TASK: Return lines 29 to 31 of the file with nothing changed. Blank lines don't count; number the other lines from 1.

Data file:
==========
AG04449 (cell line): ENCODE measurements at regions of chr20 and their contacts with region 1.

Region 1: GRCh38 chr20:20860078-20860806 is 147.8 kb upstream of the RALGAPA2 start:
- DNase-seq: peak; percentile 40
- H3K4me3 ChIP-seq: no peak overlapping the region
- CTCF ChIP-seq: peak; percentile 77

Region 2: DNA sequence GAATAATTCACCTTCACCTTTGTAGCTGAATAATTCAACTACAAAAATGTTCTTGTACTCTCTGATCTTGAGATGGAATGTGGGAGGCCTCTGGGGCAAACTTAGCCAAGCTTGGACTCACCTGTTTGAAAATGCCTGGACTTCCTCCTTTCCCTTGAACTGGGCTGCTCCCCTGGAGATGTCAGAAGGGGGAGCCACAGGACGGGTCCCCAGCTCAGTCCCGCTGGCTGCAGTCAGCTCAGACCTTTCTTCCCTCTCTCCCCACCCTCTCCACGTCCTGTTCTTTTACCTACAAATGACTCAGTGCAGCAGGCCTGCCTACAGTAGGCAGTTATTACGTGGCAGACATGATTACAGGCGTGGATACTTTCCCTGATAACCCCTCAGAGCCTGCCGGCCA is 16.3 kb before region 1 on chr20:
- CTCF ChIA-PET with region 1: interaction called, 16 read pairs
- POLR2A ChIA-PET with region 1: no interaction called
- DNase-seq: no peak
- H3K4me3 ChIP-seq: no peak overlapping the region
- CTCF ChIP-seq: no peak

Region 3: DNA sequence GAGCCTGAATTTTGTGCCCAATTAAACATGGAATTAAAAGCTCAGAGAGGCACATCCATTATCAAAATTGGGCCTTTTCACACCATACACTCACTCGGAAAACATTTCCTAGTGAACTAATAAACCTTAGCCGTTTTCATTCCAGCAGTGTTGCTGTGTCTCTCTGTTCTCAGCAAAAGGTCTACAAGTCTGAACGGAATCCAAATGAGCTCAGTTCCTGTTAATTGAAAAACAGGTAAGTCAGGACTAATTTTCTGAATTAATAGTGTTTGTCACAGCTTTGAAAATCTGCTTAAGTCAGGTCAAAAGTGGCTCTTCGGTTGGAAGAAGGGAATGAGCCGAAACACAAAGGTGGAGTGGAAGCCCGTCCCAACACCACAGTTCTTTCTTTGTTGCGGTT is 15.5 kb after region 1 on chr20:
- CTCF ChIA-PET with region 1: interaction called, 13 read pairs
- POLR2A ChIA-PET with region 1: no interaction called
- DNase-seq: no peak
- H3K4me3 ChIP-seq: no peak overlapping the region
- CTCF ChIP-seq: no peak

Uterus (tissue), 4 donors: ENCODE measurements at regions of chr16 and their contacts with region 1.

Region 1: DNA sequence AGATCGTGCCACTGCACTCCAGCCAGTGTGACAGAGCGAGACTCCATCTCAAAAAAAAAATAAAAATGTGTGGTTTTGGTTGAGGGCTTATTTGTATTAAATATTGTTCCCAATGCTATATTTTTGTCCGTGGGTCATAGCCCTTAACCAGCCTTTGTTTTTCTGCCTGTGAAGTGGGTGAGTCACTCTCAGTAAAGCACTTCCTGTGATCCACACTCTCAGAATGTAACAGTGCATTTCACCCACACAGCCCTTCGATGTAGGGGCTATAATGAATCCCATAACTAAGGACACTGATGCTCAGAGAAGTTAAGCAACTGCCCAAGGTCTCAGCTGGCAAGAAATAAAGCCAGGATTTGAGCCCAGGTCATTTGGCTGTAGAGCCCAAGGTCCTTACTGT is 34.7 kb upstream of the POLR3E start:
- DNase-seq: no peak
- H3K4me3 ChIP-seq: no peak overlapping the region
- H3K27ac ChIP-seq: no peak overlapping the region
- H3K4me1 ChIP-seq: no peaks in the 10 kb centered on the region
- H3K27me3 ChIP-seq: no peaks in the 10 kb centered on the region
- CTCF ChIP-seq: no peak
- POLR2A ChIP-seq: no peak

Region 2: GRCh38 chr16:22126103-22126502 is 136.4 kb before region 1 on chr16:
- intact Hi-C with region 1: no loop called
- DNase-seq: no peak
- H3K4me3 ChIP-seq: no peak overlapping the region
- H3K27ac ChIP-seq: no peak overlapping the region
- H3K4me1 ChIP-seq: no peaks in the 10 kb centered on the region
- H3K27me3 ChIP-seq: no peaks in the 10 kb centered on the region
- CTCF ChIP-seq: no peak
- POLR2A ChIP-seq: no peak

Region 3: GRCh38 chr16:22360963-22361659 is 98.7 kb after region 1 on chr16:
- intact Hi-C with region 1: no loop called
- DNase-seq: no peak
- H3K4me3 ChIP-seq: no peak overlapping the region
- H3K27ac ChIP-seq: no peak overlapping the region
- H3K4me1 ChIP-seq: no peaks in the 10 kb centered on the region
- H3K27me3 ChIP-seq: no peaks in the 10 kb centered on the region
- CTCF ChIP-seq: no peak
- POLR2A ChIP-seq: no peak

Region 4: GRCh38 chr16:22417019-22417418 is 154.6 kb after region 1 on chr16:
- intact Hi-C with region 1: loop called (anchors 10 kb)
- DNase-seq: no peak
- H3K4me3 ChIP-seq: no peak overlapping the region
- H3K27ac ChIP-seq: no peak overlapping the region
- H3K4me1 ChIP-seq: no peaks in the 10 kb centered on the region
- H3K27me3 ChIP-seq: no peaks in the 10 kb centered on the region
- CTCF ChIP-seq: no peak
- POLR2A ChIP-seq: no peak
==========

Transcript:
- DNase-seq: no peak
- H3K4me3 ChIP-seq: no peak overlapping the region
- H3K27ac ChIP-seq: no peak overlapping the region